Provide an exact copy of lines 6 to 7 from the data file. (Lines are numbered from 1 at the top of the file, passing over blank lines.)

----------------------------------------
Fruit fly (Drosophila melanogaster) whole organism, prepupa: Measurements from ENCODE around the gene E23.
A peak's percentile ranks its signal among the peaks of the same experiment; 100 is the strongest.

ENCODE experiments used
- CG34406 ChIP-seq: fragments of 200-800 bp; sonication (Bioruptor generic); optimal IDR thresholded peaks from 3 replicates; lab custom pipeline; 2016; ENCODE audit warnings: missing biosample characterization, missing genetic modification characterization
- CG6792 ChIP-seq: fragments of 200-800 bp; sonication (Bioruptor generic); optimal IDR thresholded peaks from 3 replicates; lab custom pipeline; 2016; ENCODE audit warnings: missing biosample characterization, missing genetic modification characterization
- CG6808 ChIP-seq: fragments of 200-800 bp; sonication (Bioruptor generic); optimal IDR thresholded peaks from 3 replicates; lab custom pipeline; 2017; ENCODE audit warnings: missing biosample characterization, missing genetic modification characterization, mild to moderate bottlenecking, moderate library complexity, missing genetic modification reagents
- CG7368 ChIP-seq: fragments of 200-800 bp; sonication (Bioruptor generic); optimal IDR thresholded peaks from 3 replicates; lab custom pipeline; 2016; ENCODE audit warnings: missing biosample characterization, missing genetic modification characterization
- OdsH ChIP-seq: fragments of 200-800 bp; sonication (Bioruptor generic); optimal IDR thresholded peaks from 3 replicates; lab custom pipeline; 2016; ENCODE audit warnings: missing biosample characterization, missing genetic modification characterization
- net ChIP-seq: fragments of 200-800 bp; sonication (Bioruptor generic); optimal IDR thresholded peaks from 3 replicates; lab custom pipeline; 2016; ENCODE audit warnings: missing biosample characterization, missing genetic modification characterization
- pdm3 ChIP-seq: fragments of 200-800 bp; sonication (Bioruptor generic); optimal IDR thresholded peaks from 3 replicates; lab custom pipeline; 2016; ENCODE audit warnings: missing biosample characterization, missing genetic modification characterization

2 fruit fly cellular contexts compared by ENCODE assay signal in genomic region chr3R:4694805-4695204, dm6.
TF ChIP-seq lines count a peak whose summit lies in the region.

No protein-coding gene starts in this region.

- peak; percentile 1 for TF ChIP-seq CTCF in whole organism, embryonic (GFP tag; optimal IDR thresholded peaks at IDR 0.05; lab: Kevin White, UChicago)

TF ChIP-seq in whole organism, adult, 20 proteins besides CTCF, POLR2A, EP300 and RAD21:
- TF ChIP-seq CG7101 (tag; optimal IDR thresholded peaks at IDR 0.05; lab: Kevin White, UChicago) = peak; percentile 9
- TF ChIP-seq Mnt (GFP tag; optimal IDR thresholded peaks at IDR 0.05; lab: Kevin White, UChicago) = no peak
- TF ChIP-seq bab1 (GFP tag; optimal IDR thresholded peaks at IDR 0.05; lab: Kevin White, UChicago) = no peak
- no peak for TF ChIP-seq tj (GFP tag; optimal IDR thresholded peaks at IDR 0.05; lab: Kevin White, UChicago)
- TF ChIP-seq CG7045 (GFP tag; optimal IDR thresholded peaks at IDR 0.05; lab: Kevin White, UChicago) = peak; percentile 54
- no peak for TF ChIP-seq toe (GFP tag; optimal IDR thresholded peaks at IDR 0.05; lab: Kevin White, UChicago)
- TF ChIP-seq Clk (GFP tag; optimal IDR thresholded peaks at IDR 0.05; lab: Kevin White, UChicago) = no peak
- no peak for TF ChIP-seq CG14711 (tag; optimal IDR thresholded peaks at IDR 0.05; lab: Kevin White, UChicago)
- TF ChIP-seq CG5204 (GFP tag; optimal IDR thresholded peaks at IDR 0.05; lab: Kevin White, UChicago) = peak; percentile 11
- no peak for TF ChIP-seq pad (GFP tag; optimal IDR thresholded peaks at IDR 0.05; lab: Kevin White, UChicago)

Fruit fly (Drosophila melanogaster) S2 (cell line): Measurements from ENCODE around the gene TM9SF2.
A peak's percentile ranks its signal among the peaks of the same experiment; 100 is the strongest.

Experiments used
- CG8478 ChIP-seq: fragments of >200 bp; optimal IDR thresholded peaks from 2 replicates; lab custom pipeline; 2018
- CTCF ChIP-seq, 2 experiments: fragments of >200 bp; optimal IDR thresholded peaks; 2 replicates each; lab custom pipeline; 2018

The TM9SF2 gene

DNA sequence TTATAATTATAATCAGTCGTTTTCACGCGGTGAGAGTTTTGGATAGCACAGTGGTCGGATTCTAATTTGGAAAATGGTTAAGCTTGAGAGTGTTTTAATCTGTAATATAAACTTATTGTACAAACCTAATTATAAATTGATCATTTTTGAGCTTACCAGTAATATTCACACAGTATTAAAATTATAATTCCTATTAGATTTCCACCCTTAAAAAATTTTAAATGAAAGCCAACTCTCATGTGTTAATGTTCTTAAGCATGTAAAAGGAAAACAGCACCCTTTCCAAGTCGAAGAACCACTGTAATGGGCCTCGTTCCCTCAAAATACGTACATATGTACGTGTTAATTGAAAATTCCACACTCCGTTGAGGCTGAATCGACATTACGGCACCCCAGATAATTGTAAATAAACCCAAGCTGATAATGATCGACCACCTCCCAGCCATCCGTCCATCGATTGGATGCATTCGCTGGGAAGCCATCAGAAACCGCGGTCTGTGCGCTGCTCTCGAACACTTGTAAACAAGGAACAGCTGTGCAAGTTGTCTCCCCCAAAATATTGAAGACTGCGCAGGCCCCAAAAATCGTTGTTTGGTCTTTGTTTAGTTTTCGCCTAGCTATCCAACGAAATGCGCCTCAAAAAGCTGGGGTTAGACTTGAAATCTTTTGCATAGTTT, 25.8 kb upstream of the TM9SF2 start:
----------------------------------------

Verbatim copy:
- CG6808 ChIP-seq: fragments of 200-800 bp; sonication (Bioruptor generic); optimal IDR thresholded peaks from 3 replicates; lab custom pipeline; 2017; ENCODE audit warnings: missing biosample characterization, missing genetic modification characterization, mild to moderate bottlenecking, moderate library complexity, missing genetic modification reagents
- CG7368 ChIP-seq: fragments of 200-800 bp; sonication (Bioruptor generic); optimal IDR thresholded peaks from 3 replicates; lab custom pipeline; 2016; ENCODE audit warnings: missing biosample characterization, missing genetic modification characterization